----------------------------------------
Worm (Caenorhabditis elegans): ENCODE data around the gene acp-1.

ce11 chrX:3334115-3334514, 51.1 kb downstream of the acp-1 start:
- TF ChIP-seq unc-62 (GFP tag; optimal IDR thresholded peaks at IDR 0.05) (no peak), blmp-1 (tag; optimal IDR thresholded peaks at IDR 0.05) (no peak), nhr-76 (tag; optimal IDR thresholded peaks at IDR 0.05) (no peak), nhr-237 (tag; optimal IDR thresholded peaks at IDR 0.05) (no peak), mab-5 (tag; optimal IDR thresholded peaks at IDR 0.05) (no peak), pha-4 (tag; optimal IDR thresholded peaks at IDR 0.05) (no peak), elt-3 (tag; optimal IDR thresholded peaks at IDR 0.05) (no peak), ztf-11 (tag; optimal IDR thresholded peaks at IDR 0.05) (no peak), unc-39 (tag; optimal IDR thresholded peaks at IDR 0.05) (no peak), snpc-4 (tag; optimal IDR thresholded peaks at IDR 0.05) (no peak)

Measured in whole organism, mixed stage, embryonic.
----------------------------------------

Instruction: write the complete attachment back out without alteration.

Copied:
Worm (Caenorhabditis elegans): ENCODE data around the gene acp-1.

ce11 chrX:3334115-3334514, 51.1 kb downstream of the acp-1 start:
- TF ChIP-seq unc-62 (GFP tag; optimal IDR thresholded peaks at IDR 0.05) (no peak), blmp-1 (tag; optimal IDR thresholded peaks at IDR 0.05) (no peak), nhr-76 (tag; optimal IDR thresholded peaks at IDR 0.05) (no peak), nhr-237 (tag; optimal IDR thresholded peaks at IDR 0.05) (no peak), mab-5 (tag; optimal IDR thresholded peaks at IDR 0.05) (no peak), pha-4 (tag; optimal IDR thresholded peaks at IDR 0.05) (no peak), elt-3 (tag; optimal IDR thresholded peaks at IDR 0.05) (no peak), ztf-11 (tag; optimal IDR thresholded peaks at IDR 0.05) (no peak), unc-39 (tag; optimal IDR thresholded peaks at IDR 0.05) (no peak), snpc-4 (tag; optimal IDR thresholded peaks at IDR 0.05) (no peak)

Measured in whole organism, mixed stage, embryonic.